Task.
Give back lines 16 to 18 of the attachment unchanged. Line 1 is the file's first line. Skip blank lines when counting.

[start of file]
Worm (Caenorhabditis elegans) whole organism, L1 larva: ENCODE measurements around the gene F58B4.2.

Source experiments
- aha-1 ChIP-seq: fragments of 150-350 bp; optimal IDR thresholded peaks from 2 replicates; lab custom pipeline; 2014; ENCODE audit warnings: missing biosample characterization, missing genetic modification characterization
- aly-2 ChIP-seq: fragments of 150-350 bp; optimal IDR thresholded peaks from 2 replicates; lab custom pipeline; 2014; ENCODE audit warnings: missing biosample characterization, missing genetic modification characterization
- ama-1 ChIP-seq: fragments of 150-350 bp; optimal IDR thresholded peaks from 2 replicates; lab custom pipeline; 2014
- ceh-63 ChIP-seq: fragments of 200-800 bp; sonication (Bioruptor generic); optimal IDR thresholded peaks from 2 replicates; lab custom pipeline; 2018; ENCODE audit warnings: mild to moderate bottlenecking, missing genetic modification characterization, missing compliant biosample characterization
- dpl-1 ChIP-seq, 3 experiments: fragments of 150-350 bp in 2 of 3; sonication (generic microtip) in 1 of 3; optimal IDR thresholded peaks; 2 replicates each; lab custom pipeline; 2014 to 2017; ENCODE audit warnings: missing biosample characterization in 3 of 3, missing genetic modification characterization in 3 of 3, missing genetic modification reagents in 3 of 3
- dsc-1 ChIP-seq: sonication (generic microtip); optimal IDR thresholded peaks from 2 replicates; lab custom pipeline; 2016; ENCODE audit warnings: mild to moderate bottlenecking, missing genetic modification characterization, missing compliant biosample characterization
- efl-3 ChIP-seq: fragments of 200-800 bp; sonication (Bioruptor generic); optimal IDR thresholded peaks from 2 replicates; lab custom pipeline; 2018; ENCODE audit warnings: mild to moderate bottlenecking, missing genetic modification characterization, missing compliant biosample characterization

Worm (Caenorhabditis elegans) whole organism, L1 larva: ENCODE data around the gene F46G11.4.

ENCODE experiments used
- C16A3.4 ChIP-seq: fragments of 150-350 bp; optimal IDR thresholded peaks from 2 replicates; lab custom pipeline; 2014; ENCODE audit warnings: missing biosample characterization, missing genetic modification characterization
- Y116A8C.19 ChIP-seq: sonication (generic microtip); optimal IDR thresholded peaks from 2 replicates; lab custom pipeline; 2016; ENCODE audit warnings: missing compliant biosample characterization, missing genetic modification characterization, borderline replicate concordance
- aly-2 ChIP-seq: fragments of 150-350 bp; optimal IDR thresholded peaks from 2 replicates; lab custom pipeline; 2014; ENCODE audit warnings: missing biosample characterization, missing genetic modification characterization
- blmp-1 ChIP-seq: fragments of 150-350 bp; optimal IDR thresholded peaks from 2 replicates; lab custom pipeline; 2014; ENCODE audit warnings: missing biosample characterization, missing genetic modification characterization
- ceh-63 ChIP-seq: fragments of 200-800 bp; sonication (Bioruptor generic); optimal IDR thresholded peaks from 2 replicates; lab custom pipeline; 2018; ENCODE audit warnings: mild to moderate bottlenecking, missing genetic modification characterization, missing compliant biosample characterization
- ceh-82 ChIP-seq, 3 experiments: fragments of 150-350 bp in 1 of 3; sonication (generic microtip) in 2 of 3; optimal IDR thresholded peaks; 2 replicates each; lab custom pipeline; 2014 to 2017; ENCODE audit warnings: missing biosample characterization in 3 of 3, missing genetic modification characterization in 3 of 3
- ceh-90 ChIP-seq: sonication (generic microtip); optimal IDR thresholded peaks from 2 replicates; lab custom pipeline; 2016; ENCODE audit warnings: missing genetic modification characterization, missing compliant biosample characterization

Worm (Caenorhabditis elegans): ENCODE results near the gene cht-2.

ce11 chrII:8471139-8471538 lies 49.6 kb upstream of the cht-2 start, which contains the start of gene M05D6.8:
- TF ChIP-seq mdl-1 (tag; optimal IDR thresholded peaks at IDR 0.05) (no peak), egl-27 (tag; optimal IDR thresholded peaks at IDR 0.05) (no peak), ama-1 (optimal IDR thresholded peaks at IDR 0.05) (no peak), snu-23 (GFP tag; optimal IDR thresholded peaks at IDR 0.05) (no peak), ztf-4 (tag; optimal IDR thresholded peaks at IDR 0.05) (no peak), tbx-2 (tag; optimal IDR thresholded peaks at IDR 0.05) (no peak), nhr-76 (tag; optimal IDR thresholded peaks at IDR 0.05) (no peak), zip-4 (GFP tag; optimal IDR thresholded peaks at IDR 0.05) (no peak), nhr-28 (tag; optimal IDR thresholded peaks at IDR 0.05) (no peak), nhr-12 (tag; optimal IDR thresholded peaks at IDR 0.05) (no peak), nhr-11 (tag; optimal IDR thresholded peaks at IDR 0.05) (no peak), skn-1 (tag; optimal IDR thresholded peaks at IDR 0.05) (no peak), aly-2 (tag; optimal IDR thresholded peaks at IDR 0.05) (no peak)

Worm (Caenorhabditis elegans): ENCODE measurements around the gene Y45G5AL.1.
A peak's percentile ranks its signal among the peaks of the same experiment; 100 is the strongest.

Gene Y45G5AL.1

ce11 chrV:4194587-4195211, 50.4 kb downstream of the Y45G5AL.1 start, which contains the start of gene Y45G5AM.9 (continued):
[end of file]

- ceh-63 ChIP-seq: fragments of 200-800 bp; sonication (Bioruptor generic); optimal IDR thresholded peaks from 2 replicates; lab custom pipeline; 2018; ENCODE audit warnings: mild to moderate bottlenecking, missing genetic modification characterization, missing compliant biosample characterization
- ceh-82 ChIP-seq, 3 experiments: fragments of 150-350 bp in 1 of 3; sonication (generic microtip) in 2 of 3; optimal IDR thresholded peaks; 2 replicates each; lab custom pipeline; 2014 to 2017; ENCODE audit warnings: missing biosample characterization in 3 of 3, missing genetic modification characterization in 3 of 3
- ceh-90 ChIP-seq: sonication (generic microtip); optimal IDR thresholded peaks from 2 replicates; lab custom pipeline; 2016; ENCODE audit warnings: missing genetic modification characterization, missing compliant biosample characterization